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Salus populi est suprema lex

Meaning: The welfare of the people, or of the public, is supreme law.

In all cases of necessity the interests of an individual must give way to the interests of the multitude, even though it extend to his life. This is shown in the experience of every nation and people upon the face of the earth. The principle governing this rule extends to private, as well as to public interests. And from the peasant to the sovereign, all are amenable to its illimitable sway.

If a public road be rendered impassable by floods or otherwise, the public have a right of way over the adjoining property. Or, if there be but one road to a place, and no other mode of going, that is a public road and a common highway of necessity, and the public are entitled to use it as such. Nor will an obstruction be permitted to be erected in a public highway, without the authority of Parliament, where it is a nuisance to the general public, though it may be advantageous to some portion of the public. If a man's house be on fire, both it and other property not on fire, may be pulled down to prevent the fire spreading to other more valuable property. So in time of war, any and every man's property may be taken for the defence or preservation of the kingdom generally. It is upon this principle that private individuals are bound to perform certain public duties when called upon, as to prevent a breach of the peace, serve as jurors, soldiers, sailors, etc. It is upon this principle, also, that public officers acting in the proper discharge of their duties are not liable for injury to private individuals.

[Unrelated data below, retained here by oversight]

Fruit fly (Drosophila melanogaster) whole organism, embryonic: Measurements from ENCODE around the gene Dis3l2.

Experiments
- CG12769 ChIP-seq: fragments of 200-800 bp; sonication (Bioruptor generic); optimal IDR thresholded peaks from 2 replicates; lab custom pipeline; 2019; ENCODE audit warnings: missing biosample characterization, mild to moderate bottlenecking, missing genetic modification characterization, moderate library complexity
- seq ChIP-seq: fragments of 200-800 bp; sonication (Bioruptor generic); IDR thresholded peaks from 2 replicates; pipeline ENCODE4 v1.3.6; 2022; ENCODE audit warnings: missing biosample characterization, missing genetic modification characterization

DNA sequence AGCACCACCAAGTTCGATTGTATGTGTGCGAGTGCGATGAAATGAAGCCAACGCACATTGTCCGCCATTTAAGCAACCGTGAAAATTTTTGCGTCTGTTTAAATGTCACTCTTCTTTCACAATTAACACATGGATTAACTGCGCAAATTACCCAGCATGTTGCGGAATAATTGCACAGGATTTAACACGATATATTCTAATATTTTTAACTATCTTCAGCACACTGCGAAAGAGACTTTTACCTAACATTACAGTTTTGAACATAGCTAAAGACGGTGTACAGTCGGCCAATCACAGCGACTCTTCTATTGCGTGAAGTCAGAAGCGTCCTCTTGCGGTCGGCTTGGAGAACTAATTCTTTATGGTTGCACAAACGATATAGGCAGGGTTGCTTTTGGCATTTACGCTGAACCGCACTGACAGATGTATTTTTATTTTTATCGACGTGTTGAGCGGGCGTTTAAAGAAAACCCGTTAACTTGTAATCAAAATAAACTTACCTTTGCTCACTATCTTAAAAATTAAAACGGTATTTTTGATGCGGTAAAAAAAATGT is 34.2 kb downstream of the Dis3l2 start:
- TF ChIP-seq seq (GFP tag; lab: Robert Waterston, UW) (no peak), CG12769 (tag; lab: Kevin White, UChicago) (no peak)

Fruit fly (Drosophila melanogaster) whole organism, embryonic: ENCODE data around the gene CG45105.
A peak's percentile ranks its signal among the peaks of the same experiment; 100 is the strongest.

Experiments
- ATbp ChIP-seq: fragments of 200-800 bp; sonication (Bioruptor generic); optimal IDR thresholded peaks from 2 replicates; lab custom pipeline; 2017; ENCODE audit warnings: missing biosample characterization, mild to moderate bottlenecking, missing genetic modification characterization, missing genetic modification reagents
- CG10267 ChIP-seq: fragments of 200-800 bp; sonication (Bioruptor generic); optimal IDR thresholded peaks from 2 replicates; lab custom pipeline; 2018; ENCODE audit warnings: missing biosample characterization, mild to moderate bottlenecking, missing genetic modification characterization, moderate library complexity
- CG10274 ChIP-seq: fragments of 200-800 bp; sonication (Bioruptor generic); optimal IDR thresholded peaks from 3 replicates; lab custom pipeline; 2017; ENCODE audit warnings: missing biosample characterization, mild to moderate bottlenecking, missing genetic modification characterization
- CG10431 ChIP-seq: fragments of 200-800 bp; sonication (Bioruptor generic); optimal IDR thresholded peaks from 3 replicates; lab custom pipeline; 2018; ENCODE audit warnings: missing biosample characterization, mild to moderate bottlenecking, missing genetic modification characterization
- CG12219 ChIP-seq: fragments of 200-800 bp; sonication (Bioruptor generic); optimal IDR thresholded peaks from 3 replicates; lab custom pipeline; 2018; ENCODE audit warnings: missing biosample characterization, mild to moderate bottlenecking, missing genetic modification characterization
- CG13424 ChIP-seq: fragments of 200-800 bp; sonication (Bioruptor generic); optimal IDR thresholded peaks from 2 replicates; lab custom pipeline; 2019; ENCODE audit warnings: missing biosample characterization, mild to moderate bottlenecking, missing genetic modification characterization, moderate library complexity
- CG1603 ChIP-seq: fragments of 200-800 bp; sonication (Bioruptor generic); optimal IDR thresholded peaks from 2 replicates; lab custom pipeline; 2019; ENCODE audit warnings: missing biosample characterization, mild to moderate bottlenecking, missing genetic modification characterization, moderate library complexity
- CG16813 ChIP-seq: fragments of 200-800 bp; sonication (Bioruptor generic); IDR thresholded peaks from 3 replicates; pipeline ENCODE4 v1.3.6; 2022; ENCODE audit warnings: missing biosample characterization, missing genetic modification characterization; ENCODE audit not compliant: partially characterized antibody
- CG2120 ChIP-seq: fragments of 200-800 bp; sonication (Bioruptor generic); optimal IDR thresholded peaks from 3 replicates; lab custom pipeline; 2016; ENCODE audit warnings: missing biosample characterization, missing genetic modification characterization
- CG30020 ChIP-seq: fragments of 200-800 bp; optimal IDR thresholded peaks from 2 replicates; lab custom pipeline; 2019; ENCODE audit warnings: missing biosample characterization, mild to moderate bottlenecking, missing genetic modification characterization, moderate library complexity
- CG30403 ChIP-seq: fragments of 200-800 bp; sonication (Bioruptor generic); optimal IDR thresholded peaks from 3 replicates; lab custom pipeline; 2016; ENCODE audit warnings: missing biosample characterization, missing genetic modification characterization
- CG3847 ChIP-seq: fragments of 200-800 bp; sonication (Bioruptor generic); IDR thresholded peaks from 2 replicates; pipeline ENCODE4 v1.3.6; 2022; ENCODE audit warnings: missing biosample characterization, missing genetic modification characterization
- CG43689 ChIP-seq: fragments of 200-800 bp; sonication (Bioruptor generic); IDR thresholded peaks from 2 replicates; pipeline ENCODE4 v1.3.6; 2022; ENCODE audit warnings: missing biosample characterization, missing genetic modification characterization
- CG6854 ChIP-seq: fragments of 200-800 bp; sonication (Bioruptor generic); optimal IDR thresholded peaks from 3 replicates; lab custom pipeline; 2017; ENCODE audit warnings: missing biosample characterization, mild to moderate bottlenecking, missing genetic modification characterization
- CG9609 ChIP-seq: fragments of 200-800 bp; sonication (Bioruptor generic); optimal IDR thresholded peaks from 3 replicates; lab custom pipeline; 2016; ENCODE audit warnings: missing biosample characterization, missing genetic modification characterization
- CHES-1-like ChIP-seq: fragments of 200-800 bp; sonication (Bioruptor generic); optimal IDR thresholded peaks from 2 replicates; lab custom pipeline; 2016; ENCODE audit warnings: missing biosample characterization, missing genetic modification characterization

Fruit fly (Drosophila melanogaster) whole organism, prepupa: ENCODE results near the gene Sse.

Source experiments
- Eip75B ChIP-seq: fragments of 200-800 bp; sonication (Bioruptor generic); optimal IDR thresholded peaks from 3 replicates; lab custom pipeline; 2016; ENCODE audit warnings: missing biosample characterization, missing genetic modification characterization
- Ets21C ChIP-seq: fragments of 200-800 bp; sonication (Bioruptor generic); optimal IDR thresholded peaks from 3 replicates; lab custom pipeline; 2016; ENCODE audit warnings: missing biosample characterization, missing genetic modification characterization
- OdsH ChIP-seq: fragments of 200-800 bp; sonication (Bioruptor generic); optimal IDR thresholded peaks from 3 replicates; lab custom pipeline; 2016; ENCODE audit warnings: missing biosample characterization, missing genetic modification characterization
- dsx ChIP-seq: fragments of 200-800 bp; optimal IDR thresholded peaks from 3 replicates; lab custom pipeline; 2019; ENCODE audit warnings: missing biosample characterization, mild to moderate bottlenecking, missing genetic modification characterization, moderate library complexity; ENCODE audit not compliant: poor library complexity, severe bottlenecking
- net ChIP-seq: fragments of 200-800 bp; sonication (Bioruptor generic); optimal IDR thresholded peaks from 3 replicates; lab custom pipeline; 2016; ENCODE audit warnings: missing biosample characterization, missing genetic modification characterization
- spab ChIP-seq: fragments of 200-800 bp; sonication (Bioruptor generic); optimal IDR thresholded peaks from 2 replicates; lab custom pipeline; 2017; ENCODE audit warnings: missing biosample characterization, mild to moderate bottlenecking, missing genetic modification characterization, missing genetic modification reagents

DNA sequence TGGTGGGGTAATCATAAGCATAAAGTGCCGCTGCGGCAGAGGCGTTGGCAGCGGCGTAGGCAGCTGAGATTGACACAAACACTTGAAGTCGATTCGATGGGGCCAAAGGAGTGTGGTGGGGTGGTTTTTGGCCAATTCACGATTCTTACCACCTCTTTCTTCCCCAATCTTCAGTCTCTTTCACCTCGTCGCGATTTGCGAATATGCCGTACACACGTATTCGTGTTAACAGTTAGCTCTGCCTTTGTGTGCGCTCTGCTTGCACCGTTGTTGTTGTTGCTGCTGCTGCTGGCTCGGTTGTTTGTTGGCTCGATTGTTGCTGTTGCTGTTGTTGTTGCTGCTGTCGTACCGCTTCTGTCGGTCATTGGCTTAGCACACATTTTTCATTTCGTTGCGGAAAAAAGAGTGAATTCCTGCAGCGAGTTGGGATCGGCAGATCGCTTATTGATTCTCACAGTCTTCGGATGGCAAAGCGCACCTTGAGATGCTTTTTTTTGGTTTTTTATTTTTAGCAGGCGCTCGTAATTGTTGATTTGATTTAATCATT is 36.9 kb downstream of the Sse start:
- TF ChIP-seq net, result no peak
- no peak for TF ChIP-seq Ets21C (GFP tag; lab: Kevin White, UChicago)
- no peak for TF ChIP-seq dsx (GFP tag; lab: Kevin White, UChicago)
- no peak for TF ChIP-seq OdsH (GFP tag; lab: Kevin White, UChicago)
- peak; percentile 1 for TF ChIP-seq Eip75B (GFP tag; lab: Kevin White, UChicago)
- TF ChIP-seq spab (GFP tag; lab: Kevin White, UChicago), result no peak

The payment of taxes by burgesses and citizens for the support of a particular municipality, and by owners and occupiers of property generally to defray the expenses of the nation at large, are apt instances of the liability of individuals to contribute to the support of the whole nation, and to sacrifice private interests to the public good. And when it is considered that the general taxes of this country are imposed by the people themselves through their representatives in Parliament, it is not difficult to understand how intimately connected individual is with the general welfare, nor how highly the principle of this maxim is esteemed in this country.

All persons who are called upon to make individual sacrifice for the public good know that they receive a corresponding benefit in the protection afforded to them in their person and property by the laws of the country, and in other privileges thereby accorded to them.

The most arbitrary demand made upon an individual in this country now-a-days is where, contrary to the rule. “Nemo cogitur rem suam vendere, etiam justo pretio,” he is by Act of Parliament compelled, at the instance of a few speculating individuals, to give up his private property for some commercial undertaking, as to give up some cherished country residence for the purpose of a line of railway, or his business premises for some so called town improvement, professedly of course, but often questionably, for the public good. In these cases, however, the principle said to be adopted is. that private interest is not to be sacrificed to a greater extent than is necessary adequately to secure the public interests, and that private interests are duly considered in all such cases, not only by Parliament in the making of such laws, but also by the courts of law and equity in the construction of them.

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